NLDS Preview: Cardinals vs. Pirates
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The Pirates and Cardinals have been in the same league since 1892 and the same division since the format was instituted in 1969, but for all their shared history, their meeting in the National League Division Series represents something new for these two century-plus-old rivals. Not only have they never faced each other in the postseason, they'd never even made the playoffs in the same year before, making this the first time we'll see them face off under the bright lights of October.
This stage is certainly nothing new for St. Louis, which is making its 10th postseason appearance in the last 14 years, the most by any NL team in that span. Pittsburgh, of course, is in the playoffs for the first time since 1992 and is the last NL team to get to the postseason in this millennium.
These two teams battled for the Central Division title all season, with the Pirates spending 56 days in first place only to have the Cardinals catch them for the last time amid a three-game sweep in St. Louis on Sept. 7 and finally pass them for good on Sept. 17. The Bucs won the season series 10-9, but the Cards scored more runs, 87-85. With teams that evenly matched, expect this series to go the distance.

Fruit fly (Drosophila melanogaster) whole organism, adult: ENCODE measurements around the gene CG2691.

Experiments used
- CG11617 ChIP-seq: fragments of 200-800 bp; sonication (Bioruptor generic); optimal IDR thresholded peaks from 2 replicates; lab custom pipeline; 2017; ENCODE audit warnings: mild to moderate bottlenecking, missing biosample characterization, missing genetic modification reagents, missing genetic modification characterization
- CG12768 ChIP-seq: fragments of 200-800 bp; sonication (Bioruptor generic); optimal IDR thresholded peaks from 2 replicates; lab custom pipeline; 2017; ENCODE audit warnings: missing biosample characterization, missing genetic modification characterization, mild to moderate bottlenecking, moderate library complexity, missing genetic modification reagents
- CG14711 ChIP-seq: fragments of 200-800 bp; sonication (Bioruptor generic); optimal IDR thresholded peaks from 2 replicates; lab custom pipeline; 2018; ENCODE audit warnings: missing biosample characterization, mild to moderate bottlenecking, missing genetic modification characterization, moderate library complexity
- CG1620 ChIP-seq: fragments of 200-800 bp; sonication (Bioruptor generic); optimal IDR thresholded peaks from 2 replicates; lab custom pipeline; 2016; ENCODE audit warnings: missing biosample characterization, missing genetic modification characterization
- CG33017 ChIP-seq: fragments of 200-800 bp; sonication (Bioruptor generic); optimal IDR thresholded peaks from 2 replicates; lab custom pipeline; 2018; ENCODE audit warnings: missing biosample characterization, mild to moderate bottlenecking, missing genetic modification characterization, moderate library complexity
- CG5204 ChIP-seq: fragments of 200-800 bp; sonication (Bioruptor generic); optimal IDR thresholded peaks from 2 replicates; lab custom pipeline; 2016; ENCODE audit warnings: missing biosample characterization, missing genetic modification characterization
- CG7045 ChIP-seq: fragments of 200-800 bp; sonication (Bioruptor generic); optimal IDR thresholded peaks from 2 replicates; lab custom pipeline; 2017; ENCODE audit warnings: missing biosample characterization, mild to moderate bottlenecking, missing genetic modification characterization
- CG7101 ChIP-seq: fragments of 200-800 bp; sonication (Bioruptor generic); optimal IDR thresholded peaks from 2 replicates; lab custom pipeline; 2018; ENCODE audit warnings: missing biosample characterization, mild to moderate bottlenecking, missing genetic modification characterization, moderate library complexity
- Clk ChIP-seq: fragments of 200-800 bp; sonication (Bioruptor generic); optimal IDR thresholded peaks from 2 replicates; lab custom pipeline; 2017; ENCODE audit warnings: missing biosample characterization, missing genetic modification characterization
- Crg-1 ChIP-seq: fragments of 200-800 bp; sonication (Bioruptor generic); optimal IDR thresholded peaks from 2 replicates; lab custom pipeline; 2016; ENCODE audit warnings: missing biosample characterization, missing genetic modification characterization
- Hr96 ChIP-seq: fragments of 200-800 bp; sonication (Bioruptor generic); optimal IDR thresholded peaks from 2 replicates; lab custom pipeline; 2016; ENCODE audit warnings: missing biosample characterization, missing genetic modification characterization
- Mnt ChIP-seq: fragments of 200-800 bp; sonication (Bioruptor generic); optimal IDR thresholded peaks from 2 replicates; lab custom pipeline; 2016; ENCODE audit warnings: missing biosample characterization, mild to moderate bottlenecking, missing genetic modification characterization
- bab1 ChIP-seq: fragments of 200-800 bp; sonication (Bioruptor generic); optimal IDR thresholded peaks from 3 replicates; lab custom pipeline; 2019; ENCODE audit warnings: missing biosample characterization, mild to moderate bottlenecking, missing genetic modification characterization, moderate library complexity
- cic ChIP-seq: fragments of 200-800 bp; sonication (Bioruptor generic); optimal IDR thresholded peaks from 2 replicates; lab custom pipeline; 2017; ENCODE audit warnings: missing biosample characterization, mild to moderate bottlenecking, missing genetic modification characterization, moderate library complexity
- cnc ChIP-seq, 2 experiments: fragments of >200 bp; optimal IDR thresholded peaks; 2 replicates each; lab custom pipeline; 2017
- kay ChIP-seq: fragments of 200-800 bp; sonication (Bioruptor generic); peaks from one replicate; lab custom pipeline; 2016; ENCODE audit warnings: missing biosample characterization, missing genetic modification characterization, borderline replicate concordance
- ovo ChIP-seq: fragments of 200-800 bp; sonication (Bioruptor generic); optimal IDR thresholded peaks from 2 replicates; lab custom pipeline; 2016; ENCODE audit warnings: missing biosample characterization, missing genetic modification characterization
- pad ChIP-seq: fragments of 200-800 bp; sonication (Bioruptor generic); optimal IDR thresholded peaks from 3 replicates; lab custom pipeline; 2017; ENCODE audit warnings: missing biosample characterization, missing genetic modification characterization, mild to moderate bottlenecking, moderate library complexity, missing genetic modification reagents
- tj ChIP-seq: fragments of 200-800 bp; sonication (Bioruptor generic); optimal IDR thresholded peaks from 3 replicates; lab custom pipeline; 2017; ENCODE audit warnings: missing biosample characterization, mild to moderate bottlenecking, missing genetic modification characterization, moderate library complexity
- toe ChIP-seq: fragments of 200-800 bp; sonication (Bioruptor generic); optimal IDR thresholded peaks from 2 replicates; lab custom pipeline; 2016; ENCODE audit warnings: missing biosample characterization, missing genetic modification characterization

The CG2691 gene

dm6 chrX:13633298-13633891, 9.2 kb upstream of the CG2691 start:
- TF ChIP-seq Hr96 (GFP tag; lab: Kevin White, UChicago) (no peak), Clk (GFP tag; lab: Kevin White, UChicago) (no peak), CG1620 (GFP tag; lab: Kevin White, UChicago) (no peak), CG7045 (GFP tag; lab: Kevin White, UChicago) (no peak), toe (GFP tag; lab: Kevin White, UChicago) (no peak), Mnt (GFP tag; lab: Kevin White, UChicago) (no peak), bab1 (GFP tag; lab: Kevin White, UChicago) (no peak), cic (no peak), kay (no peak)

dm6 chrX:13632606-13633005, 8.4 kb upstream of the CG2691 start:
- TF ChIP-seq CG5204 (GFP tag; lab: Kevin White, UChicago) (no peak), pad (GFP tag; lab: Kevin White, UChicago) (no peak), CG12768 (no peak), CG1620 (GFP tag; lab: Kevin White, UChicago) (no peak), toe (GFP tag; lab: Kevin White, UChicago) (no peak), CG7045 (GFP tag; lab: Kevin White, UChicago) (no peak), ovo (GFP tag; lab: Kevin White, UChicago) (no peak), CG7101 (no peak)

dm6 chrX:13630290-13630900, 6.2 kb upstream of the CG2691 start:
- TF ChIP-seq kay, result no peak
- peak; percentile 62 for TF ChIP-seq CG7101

Player To Watch: Andrew McCutchen
McCutchen has already made three All-Star games, won a Gold Glove and a Silver Slugger and finished third in last year's NL MVP voting, but this month could be the coming out party for the 26-year-old. McCutchen, this yer's likely NL MVP, will certainly be the best player on the field in this matchup, one capable of having a game-changing impact any time he is inside the white lines, be it in the batter's box, on the bases or in centerfield.
He got his postseason career off to a fine start in Tuesday night's Wild-Card Game by reaching base in each of his first four plate appearances and scoring once. McCutchen also has spectacular numbers against the Cardinals' Game 1 (and potential Game 5) starter, Adam Wainwright, having hit .429/.452/.750 in 31 career plate appearances against the St. Louis ace.
Marte, the Pirates' speedy leftfielder, finished third in the National League with 41 stolen bases despite missing 20 games due to injury. He also led the majors in times caught stealing with 15, though the net result was a 73 percent success rate (the league average was 72 percent). Cardinals catcher Molina, meanwhile, was third in the majors with a 43.5 caught stealing percentage from behind the plate (compared to a league average of 28 percent).
Marte stole four bases in five attempts against the Cardinals this year, but two of those steals came against Molina's backups, making Marte 2-for-3 against Molina. That's a tiny number that doesn't really tell us anything, but the confrontation between one of the major leagues' top basestealers and best-throwing catchers is still one that should be a thrill to watch.
Stat to Know: 2.53/8.10
Those are the respective ERAs at Busch Stadium this year for St. Louis' Adam Wainwright and Pittsburgh's A.J. Burnett, who, if this series goes five games, should get two starts each at that ballpark. Wainwright's ERA, which came in 17 starts at Busch, is impressive but becomes more so if you toss out his 2 IP, 9 R disaster start against the Reds from Aug. 28. The result is a 1.89 ERA in his other 16 home starts, in which he averaged more than 7 1/3 innings per outing.